A Canadian company hoping to build what it bills as the future of public transportation will seek permits this week to set up a testing centre in central France for developing super-fast "hyperloop" trains.
Transpod co-founder Sebastien Gendron told AFP that his company would file its application Friday with officials in the Haute-Vienne region for a 3km track, which it claims would be the longest in the world.
It is one of several groups developing the technology, which aims to transport people in train-like "pods" through low-pressure tubes that would reduce atmospheric friction, allowing travel at nearly the speed of sound.
High-profile investors including Elon Musk, the head of electric car pioneer Tesla, and Virgin's Richard Branson have also put their financial muscle behind hyperloop projects.
Transpod, which has raised nearly $58m from North American and Italian investors, aims to build its first commercial line running at 1 000 km/h by 2030, Gendron said.
The technology "will make humans and freight travel on earth as fast as a plane, while feeling like you're in the metro", Gendron said.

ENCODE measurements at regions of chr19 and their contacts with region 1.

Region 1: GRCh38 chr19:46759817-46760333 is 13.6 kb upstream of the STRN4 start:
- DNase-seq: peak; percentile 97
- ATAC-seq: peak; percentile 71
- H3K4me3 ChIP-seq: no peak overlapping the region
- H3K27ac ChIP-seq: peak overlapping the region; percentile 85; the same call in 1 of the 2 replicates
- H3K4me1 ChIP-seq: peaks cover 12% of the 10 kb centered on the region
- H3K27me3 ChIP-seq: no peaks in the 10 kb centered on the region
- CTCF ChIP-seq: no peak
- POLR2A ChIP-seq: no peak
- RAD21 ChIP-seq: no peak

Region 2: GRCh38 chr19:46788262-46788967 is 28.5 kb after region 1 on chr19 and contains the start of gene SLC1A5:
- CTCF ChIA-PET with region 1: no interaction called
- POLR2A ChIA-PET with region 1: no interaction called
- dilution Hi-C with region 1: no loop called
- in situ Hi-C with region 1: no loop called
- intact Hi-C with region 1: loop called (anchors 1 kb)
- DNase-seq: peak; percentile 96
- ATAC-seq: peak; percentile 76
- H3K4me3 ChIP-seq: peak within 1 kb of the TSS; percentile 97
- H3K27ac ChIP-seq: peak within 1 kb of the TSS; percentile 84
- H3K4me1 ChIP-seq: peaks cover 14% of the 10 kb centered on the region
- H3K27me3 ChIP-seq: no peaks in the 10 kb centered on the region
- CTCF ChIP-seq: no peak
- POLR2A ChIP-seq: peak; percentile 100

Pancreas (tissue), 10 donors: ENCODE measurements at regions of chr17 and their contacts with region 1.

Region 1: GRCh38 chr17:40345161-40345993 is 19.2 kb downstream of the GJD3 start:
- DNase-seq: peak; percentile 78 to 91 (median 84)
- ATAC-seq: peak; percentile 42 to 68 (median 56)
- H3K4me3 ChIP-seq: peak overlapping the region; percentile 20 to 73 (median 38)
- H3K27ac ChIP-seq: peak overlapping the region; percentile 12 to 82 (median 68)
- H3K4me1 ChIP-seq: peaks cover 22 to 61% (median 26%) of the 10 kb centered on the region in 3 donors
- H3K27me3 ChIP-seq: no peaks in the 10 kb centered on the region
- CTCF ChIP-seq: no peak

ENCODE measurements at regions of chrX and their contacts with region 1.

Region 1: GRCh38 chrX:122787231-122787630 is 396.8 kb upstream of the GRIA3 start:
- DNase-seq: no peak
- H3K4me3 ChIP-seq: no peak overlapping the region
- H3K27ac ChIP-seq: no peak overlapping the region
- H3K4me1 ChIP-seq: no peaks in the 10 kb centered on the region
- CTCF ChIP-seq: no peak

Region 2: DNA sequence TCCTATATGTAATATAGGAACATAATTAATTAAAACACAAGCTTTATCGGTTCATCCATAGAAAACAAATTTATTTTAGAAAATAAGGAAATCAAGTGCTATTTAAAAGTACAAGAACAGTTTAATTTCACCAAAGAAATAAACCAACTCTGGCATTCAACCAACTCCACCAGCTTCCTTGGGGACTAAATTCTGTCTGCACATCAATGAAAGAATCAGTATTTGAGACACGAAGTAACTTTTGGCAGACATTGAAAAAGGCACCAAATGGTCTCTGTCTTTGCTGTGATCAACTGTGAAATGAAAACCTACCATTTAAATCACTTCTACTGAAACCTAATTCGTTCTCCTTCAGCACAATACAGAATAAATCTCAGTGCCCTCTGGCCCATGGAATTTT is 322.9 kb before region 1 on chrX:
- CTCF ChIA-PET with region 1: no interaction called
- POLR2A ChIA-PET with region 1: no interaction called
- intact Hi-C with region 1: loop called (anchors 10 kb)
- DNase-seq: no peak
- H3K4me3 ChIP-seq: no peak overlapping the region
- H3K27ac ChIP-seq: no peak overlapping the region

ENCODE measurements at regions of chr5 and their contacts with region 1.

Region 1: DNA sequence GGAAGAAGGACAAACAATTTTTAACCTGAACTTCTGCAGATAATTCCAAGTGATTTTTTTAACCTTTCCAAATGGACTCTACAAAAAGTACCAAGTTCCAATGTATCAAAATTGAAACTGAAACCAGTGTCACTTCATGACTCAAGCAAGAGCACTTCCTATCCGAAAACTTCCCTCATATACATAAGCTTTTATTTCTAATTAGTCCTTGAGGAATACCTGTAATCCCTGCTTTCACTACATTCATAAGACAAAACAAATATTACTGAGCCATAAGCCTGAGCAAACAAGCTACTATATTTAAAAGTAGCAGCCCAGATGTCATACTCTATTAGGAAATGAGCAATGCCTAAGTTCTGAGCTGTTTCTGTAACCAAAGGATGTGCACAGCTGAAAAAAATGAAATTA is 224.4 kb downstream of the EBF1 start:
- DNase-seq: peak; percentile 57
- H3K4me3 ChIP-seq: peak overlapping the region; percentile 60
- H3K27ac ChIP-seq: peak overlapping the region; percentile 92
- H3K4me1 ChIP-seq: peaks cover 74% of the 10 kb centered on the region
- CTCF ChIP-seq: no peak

It chose the town of Droux - population 400 - north of the central city of Limoges for the 21-million-euro project after intense lobbying by enthusiastic local officials.
"The state needs to act as a facilitator in this case because, whether or not its the future of transportation, the possibility of a research facility on this scale can only benefit the region's reputation and its university," said Raphael Le Mehaute, the government's representative in the Haute-Vienne department.
Transpod said it would unveil French and international partners for the project this autumn - the national train operator SNCF has already invested in Virgin Hyperloop One, which announced this week plans to build a $500m research site in Spain.
France is already home to a research site for Hyperloop Transportation Technologies, an American company which is operating in Toulouse, southwest France.
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